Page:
Generally speaking, unless a chemical or substance is inherently a poison, an overdose would usually depend on certain things, such as what was mixed with it, how soon and in what quantity it was absorbed by the system of the person, and other factors.
In the case of trazodone, the typical daily dose is around 150 mg, although there have been cases where a higher dosage was deemed necessary. As a precaution, however, a dosage that exceeds 600 mg in less than 24 hours is already well within overdose territory. Complications that could lead to death could also come from mixing even an acceptable amount of trazodone with other substances, such as alcohol.
Addiction to trazodone might not always lead to death, but some aberrant symptoms will manifest after repeated use. The most obvious symptom of a trazodone overdose would be death or being left in a coma-like state, unable to regain consciousness. It is among the most abused substances and difficult to kick for those addicted to it.
Unlike other abused substances that mostly manifest in one or two symptoms, repeated use of trazodone tends to affect multiple bodily systems at once. This usually brings about several symptoms that could manifest one after the other, or sometimes all simultaneously, with varying severity. In some cases, the symptoms are not even those the person is predisposed to.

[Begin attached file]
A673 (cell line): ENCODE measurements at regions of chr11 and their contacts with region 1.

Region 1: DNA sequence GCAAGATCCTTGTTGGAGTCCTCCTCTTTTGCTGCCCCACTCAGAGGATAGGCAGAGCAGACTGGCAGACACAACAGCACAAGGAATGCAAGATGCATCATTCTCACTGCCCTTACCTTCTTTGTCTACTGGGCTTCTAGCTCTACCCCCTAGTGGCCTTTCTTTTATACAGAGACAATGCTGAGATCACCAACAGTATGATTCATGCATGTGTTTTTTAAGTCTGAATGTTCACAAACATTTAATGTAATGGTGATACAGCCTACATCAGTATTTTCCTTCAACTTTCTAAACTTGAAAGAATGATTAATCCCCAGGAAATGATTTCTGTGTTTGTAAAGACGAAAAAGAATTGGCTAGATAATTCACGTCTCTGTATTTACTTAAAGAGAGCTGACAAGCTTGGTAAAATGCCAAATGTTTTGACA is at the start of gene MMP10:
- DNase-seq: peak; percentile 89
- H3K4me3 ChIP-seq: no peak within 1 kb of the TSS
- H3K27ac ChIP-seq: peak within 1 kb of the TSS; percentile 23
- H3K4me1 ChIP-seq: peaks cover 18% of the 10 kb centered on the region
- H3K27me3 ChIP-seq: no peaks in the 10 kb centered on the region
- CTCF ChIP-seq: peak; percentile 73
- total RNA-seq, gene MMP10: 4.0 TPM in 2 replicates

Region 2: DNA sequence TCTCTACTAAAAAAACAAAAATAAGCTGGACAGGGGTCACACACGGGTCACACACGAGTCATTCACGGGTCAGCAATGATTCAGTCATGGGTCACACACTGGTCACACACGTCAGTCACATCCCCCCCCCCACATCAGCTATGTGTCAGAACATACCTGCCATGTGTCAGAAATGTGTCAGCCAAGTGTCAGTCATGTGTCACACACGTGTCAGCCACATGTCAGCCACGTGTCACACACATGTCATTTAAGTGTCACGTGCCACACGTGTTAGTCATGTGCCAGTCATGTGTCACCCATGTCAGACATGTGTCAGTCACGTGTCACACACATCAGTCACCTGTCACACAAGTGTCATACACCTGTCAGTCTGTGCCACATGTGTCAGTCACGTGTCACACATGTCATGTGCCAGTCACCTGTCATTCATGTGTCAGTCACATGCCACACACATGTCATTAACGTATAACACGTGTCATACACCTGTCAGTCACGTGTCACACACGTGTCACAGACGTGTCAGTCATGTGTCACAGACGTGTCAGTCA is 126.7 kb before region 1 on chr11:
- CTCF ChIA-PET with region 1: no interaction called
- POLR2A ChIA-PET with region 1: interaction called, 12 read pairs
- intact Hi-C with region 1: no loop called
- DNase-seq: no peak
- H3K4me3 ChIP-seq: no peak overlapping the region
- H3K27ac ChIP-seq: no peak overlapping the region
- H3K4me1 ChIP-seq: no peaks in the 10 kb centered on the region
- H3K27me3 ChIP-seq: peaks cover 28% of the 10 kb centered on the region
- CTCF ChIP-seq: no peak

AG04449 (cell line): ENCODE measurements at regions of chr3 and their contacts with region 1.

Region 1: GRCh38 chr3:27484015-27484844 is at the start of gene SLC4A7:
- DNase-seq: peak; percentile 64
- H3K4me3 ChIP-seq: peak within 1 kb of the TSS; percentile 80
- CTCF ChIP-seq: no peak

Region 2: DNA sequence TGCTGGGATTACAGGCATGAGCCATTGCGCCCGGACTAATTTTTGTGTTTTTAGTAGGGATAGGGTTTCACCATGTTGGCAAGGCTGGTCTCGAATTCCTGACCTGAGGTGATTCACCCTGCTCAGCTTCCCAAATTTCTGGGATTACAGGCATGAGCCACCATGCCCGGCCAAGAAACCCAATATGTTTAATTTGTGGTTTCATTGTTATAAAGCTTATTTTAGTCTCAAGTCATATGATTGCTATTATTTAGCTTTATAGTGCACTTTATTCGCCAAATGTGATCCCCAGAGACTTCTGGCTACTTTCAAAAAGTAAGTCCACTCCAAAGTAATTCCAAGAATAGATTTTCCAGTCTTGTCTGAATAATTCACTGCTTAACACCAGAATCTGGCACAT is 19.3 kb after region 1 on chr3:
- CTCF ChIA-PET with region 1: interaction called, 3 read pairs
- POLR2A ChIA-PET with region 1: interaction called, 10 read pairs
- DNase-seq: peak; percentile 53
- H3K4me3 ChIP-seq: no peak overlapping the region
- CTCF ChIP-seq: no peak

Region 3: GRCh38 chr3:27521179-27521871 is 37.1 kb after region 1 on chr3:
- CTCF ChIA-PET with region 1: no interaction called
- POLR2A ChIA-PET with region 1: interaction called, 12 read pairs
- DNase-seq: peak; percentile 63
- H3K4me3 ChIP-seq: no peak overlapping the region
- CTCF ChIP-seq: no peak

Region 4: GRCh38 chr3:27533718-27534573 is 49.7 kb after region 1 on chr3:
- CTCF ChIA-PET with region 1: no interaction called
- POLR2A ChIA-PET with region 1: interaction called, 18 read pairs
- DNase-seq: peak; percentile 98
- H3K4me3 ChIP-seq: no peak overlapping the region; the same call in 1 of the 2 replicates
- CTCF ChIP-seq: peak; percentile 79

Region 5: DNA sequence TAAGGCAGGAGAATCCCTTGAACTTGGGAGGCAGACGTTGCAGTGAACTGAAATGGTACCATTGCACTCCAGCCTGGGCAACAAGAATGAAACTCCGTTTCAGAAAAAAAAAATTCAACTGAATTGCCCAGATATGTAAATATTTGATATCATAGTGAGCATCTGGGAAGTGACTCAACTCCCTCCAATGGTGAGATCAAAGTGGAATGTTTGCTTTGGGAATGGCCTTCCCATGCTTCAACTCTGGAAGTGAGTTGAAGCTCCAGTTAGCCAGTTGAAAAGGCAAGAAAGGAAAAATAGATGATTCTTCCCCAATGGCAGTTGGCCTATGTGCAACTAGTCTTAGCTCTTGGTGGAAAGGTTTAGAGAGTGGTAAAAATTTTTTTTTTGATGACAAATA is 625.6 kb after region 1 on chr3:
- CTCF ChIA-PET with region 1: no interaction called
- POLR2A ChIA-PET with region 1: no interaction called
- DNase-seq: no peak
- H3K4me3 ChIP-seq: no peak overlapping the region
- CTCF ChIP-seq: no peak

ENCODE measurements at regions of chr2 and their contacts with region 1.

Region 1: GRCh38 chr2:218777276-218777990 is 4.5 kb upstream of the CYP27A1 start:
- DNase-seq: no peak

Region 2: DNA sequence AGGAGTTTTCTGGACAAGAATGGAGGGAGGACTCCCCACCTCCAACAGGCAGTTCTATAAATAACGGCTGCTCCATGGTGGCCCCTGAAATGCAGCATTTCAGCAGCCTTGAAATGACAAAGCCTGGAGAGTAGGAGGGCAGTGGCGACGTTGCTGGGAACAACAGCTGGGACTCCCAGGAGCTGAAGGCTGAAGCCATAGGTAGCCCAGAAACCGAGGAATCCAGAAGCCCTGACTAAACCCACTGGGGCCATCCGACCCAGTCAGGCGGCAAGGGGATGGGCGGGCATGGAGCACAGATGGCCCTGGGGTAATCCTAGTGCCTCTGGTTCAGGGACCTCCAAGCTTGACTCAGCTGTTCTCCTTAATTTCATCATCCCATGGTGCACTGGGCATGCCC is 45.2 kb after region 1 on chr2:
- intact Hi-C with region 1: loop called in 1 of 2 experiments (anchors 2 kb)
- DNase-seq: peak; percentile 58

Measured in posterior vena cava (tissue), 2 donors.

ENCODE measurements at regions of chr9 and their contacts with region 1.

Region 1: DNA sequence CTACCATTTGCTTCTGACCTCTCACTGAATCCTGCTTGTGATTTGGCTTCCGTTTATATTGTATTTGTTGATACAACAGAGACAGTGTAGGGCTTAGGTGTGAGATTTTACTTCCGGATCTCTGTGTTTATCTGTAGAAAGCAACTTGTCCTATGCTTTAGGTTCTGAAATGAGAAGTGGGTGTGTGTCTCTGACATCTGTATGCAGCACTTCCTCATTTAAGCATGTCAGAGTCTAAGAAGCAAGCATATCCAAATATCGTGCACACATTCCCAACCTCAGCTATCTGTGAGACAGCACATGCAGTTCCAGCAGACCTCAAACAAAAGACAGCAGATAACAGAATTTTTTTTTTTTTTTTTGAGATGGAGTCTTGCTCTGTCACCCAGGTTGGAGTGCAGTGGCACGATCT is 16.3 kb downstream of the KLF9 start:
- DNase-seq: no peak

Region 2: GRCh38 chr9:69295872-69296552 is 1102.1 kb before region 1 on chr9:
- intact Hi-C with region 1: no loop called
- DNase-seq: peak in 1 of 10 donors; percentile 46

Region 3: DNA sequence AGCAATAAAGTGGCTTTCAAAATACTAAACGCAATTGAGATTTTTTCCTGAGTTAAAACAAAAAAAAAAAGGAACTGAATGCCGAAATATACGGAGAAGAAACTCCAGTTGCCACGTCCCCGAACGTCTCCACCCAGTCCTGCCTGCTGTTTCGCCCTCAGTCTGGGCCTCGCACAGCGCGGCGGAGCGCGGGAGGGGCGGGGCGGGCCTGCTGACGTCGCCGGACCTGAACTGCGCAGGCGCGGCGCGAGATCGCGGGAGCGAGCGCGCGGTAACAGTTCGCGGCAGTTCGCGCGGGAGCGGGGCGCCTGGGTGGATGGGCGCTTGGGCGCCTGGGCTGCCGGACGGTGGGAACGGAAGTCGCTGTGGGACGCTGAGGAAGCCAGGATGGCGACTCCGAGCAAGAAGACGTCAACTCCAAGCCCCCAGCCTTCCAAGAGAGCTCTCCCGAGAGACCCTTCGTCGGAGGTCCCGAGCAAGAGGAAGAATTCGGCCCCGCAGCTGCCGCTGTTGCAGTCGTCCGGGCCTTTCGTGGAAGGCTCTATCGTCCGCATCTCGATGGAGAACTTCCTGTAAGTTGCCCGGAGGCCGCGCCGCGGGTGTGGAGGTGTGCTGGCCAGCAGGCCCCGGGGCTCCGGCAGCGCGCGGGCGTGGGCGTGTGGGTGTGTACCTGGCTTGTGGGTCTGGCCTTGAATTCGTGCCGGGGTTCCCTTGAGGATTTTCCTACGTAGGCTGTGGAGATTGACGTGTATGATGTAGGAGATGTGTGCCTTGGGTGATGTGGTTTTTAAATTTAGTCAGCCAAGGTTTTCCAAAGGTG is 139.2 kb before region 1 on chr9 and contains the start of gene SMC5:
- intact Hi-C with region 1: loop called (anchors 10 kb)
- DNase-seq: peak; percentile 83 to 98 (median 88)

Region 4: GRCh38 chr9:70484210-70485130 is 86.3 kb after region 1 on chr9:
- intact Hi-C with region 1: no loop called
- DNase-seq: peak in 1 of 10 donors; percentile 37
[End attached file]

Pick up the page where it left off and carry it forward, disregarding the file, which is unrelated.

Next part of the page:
Seek medical help for the person who appears to be in distress. Take note if the person appears to have any medication on hand that they might have taken. This detail is one of the first things to be asked by emergency responders to help them assess the situation faster.
In the event that trazodone addiction is established, the medical staff would want to know how long the patient has been taking it, and if possible, in what quantity. Once the patient has been stabilized and deemed no longer in a life-threatening situation, detox and rehabilitation are certain to be a suggestion.
This means making sure they are equipped to live a normal life again once out of therapy. We are dedicated to helping patients stand on their own and get their dignity back, because that is what true recovery is all about.
Medically Reviewed By
Nicole Rettino-Lambert LCSW, LCADC, CCS, CCTP, CSTIP
Nicole Rettino-Lambert is a dually licensed clinician with over 20 years of experience working with children, adolescents, and adults in both addiction treatment and mental health treatment. Along with extensive experience in clinical work, she has held leadership roles in both inpatient and outpatient addiction treatments centers in New Jersey. Throughout her various leadership positions, Rettino-Lambert has developed clinical programming, assisted staff in their growth and development in the clinical field, and had the privilege of helping numerous individuals on their path to recovery.